And so it was for Double Bay’s new Ritz Carlton Hotel, which shortly after opening for business in December, 1991 was hired out in its entirety by then-US President George Bush for his Sydney visit. Read my lips: no vacancies.
Meanwhile, Michael Hutchence and his backing group, INXS, are beginning their descent from the peak of world rock superstardom. Their monster single ‘Need You Tonight’ had topped the US charts in 1987, the first Australian song to do so since Men At Work’s ubiquitous ‘Down Under’ in 1983. There wouldn’t be another until Savage Garden’s ‘Truly Madly Deeply’ in 1998, by which time we’d apparently settled on lame MOR AOR music as our primary export, and Hutchence…
But we’re getting ahead of ourselves.
INXS had emerged from the same pub scene that had bred Cold Chisel, Australian Crawl and the Angels, all of whom had tried and failed to make it in America. But where those bands had brandished an idiosyncratic, very Australian sound which made for hard listening overseas, INXS drifted away from their earlier, quirkier hits and rough image towards something a lot more contrived.
Apparently overnight and entirely coincidental to the band’s quest for fame, Hutchence transformed from the shy boy in the above video into a feline rock god who seemed to effortlessly channel Jim Morrison. It was as if he had altered himself entirely on the whim of the band, which then found itself struggling to back him up.
Questionable visual appeal of the other band members notwithstanding, Hutchence’s image and the cool, slick grooves the band laid down provided the perfect package for American audiences who didn’t even know they wanted it. In a time of hair metal and butt rock, Hutchence provided Americans with a throwback to an era where rock and roll legends were born. Whether this was intentional on his part is unclear.
I’m sorry, but when you go back and listen now, INXS’ 80s hits are indeed all style and no substance. They’re like animated gifs in music form: just one groove or riff repeated for an often obnoxious four minutes. But Hutchence’s sexually charged delivery and very slick production values elevate them beyond sounding dated; sadly, anything from 1990’s X album onwards sounds painfully of its time.
There’s certainly nothing particularly Australian about INXS either, a factor which made them a target in the eyes of the Australian media of the day. Hutcho’s profile increased with each supermodel he dated, each paparazzi he punched out, and the media were there to hound him every step of the way.
In retrospect, it’s hard to imagine why he was such a drawcard for the tabloids. Perhaps his sudden rise and boring fall coincided with a boom in Australian tabloid media, which in the early 90s was caught somewhere between American sleaze journalism and hardcore British pap-rags. Maybe he was just more interesting than John Farnham or Daryl Braithwaite. Hard to believe, I know.
Speaking of celebrities, the Ritz-Carlton was, by coincidence, also proving to be a breadwinner for the Sydney paparazzi. Madonna rented several rooms in 1993 (hope they washed them afterwards), and larrikin former PM Bob Hawke married his scandalous amour/biographer Blance d’Alpuget in front of 150 guests there in 1995 (REALLY hope they washed those rooms afterwards).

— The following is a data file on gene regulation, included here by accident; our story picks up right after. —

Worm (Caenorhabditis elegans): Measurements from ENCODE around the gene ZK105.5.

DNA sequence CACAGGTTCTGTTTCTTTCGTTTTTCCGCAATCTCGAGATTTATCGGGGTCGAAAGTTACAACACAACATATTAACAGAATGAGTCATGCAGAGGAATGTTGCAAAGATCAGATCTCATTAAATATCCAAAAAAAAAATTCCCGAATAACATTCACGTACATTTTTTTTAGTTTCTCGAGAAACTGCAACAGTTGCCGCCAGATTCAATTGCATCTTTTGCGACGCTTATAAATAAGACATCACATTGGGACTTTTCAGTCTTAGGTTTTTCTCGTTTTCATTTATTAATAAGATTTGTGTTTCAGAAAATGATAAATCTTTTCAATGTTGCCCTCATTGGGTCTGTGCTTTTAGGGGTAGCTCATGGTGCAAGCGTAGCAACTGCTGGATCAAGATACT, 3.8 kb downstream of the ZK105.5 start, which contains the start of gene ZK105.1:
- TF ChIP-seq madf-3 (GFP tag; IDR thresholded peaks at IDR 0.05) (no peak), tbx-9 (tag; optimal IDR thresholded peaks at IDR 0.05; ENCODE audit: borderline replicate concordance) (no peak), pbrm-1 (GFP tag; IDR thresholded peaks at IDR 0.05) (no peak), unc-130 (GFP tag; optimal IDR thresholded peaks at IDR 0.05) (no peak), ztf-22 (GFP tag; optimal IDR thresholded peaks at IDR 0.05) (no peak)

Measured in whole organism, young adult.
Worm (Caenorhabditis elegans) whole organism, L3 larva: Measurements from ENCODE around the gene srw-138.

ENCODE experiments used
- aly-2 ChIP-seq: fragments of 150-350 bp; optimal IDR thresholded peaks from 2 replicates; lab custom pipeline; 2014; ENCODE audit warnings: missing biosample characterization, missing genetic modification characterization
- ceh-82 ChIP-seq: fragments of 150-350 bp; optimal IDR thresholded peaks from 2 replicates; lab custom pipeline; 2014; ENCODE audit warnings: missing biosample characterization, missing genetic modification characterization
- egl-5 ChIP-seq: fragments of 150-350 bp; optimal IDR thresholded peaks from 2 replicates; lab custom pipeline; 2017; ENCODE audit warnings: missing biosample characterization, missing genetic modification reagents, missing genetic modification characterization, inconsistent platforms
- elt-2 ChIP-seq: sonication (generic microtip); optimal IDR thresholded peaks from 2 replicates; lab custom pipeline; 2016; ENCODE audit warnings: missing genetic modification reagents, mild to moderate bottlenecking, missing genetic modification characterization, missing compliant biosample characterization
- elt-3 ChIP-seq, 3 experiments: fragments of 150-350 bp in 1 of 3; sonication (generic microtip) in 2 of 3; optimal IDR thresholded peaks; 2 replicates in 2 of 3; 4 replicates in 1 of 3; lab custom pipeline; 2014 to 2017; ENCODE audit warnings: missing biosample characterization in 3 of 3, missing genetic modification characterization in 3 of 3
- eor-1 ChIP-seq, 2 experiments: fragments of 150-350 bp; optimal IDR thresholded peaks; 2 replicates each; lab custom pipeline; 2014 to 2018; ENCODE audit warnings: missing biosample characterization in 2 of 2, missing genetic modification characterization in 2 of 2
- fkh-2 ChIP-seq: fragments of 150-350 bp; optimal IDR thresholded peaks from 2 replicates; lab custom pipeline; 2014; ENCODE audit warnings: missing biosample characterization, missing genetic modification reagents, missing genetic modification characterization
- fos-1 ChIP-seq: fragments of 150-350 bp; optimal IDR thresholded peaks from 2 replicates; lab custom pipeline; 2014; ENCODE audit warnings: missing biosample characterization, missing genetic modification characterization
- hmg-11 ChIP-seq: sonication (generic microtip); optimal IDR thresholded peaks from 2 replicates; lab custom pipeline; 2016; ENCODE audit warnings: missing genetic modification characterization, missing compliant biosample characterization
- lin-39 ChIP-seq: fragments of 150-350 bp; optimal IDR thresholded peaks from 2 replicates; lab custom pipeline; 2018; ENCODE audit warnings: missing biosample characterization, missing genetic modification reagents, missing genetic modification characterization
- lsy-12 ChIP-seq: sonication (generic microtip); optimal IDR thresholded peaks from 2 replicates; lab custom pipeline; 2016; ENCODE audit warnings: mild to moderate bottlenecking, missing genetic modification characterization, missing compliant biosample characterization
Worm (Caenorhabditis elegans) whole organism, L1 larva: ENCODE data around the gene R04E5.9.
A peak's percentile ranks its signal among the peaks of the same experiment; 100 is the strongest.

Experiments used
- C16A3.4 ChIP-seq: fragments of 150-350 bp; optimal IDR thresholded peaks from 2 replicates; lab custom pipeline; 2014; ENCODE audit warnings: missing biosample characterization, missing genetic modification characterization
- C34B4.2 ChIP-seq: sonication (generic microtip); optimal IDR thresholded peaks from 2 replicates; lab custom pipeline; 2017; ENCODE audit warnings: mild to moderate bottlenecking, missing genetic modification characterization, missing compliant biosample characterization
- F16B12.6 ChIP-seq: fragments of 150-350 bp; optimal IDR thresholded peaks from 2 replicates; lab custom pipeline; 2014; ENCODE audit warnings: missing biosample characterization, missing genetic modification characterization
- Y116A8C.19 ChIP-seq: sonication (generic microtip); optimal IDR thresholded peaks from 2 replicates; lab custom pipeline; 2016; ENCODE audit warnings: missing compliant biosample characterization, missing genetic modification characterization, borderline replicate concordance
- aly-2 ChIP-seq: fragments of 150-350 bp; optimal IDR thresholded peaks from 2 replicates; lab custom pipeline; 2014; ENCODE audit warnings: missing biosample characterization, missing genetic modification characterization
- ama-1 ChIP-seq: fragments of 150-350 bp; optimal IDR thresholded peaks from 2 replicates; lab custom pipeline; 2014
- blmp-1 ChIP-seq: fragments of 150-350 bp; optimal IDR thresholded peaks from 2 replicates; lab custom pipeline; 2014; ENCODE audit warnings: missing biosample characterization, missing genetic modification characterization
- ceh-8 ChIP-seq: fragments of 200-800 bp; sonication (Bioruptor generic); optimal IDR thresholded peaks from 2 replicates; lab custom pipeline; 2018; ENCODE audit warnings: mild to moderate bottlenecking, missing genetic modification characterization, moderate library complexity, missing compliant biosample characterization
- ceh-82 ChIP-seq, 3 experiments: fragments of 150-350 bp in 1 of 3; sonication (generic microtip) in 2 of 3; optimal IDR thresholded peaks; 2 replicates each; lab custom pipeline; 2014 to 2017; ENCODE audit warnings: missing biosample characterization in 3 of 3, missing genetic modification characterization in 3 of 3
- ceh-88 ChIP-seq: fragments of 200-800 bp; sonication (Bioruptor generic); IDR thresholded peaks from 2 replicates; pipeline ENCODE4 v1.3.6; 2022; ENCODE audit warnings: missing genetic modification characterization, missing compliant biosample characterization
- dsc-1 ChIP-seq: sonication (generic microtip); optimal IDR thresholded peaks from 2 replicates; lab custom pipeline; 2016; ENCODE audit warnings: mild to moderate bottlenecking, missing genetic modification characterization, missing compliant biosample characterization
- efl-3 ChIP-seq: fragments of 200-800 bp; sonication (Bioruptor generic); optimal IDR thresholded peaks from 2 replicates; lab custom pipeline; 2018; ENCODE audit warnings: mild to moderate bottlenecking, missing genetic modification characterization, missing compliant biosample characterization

But what the Ritz-Carlton didn’t want you to know, with all their boasting of celebrity clients, was that from 1992 the luxury hotel began struggling financially. An October 1992 report revealed an average occupancy rate of just 37%. Remember that number.
So too had 1992 marked the full tilt slide in popularity for INXS. That year’s album Welcome to Wherever You Are had tanked, and the band, unable to capture their Kick-era glory, were floundering. Hutchence in particular seemed wounded by the fall, with a strange event in August of that year exacerbating things.
During a night on the town in Denmark with his girlfriend, model Helena Christensen, Hutchence had become involved in an altercation with a taxi driver. Punches were thrown, and Hutchence hit his head on the pavement, fracturing his skull. He lost his sense of taste and smell, and became, in the words of INXS bassist Garry Gary Beers, “a dick”.
While Madonna was justifying her love in the Ritz-Carlton in 1993, the band released yet another “comeback album”, Full Moon, Dirty Hearts, the occupancy rate of which would have made the Ritz-Carlton proud. Production of this album was troubled, with the band finding itself at odds with an increasingly volatile Hutchence, who had become prone to violent mood swings and outbursts.
INXS laid low for several years, perhaps sensing its irrelevancy. But despite the lack of success, Hutchence still found himself a tabloid target. Perhaps the back-to-back unsuccessful albums were an attempt to dissuade the paps. Even if so, he didn’t do himself any favours when he shacked up with UK media identity Paula Yates.
Yates was the wife of Live Aid mastermind/Boomtown Rat Bob Geldof, but in 1995, ‘Do They Know It’s Christmas’ was a decade old. For Paula, it was time to trade up. In 1996, she became pregnant with Hutchence’s child and divorced Geldof, sending tabloid media into a foaming frenzy. I’d just like to ask, even with the benefit of hindsight: who really cared?
Meanwhile, the Ritz-Carlton was in the spotlight again, also thanks to a high-profile British divorce. No less than Princess Di occupied the Presidential suite in 1996 following her divorce from Prince Charles. Can I stop right here and ask why an Australian hotel needed a Presidential suite? Why can’t high rollers choose to stay in the Prime Ministerial suite?